Rising star lends a hand
By LINDSAY LARIN
Bellevue Reporter Former Staff Writer
June 2, 2008 · Updated 12:20 PM
Filmmaker helps Boys/Girls Clubs
Trevor White has been dubbed a rising star in filmmaking. He wants to help others - especially those in Boys and Girls Clubs - become one, too.
White was featured at the launch of the new Rising Star Series, a celebration of the arts highlighting up-and-coming young artists from around the nation, at Magnolia Audio Video in Bellevue earlier this month. The events aim is to create a sense of community around art while raising awareness and support for the Boys & Girls Clubs of King County.
The premiere event highlighted the Boys & Girls Clubs digital art projects program called ClubTech, Digital Arts Suite. The program was first introduced five years ago to clubs across the country and was designed to expose kids to creative outlets through the medium of technology.
ClubTech offers five training programs to kids including Web design, graphic design and animation, digital photography and photo editing, digital movies, and digital music production. Throughout the kick-off event, digital art projects created by the kids of the Boys & Girls Clubs played continuously on several 20-inch plasma televisions.
Editor-in-Chief of Madison & Mulholland, Jane Ubell-Meyer, and Lisa MacKenzie, the West Coast editor, were inspired to create the Rising Star Series as a way to conjure up a sense of community around art.
This event is a great way for people to learn more about the Boys & Girls Clubs and to recognize promising young talents like Trevor White, explained Ubell-Meyer. The evening included wine tasting from award-winning Cannonball Wine Company and goodie bags courtesy of Madison & Mulholland.
Magnolia Audio Video offered the perfect setting for the filmmaker event.
Were passionate about reproducing film and music the way the artist intended it. Thats what all of this stuff is for, explained Kyle Bradshaw, Magnolias marketing manager for the Bellevue store. Its not about spending money, its about finding a way to escape.
The evening also highlighted Whites filmmaking talents and philanthropy work with the Boys & Girls Clubs. While in school, White was looking to volunteer in his community. Once he connected with the Boys & Girls Club he began searching for ways he could take it a step further.
I thought, how can I contribute beyond just showing up and tutoring the kids and then I found out they had started a young filmmakers program in other cities that had the Boys & Girls Clubs, White explained, who had developed the passion for filmmaking at an early age following in his mothers footsteps, a producer herself. The club was able to get a grant from Target and when the grant came I was the first person to run the film program in Indianapolis and I was still a senior in high school.
White volunteered at the club twice a week and taught kids the ins and outs of filmmaking. His volunteer work contributed in part to receiving the prestigious Presidential Research Scholarship from Cornell University, where he excelled in the universitys film program. White was the first applicant to receive the RCPRS, a scholarship that in the past was primarily awarded to students in the fields of science and math.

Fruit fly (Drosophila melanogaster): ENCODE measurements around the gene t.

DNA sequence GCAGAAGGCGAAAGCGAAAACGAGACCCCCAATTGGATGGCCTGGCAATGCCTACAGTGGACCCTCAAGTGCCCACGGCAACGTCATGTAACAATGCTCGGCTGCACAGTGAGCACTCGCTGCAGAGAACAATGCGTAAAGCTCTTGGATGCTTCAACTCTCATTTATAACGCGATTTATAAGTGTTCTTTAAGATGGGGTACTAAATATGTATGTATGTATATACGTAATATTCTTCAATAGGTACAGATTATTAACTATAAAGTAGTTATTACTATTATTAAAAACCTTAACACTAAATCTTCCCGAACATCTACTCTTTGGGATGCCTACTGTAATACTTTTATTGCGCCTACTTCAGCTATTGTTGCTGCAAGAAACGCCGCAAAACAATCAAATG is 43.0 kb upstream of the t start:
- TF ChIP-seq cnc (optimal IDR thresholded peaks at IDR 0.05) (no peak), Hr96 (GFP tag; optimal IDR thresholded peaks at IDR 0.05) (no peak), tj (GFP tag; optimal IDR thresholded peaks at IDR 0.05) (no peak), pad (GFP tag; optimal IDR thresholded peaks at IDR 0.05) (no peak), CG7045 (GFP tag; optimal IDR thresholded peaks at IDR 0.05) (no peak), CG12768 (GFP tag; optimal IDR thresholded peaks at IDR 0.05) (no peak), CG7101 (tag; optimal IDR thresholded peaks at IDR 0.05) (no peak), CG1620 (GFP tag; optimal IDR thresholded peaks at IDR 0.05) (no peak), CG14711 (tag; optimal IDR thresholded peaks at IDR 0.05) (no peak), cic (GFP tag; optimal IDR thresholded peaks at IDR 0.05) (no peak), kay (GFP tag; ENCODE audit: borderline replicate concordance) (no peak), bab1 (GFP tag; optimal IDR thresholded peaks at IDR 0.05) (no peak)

While attending Cornell, White made several short films. During the summers of his sophomore and junior years, he worked as a production assistant on the film Miami Vice for well-known filmmaker Michael Mann. Although engaged in his studies, White made an effort to stay involved with the Boys & Girls Club and continued to volunteer whenever he flew back home for a visit.
My experience with seeing the arts at such a young age is that it opens your mind up entirely. It gets you interested and curious about all elements of life, world events and politics, White explained. I think when you learn to read stories and tell stories, your curiosity level just becomes that much greater.
His senior year at Cornell was spent developing and working on his honor thesis film titled, A Detective Story, a modern day film noir. Cornell was so supportive and they gave me a lot of freedom to do what I wanted to do, White said, a graduate of the class of 2007. They gave me financial support and prepared me well.
All of his hard work has come to fruition in his three short films that were shown at the series on several of Magnolias large plasma televisions and surround sound theater systems. The audience got a private screening of Whites three films, Knockout, Day 21, and A Detective Story.
Knockout recently won the LGBT Short Film Award at the Cleveland International Film Festival and was chosen as the official selection for the 2007 Palm Springs International ShortFest. It also was chosen as an official selection for the 2007 Los Angeles International Short Film Festival, the 2008 Cleveland International Film Festival and as a finalist in the 2008 Very Short Movies Festival.
White and his brother, Tim formed their own company in 2007 called Star Thrower Entertainment and the two are now focusing on making their first feature-length film, Tides of Summer.
With each film I do Im trying to take a step in a new direction. Whether people like one film more than another, at least in my mind with each film I make Im taking away a lot more and really trying to hone the craft. Filmmaking is always going to be a learning process, White said. Steven Spielberg is still learning with every film he does.
Lindsay Larin can be reached at firstname.lastname@example.org or 425-453-4602.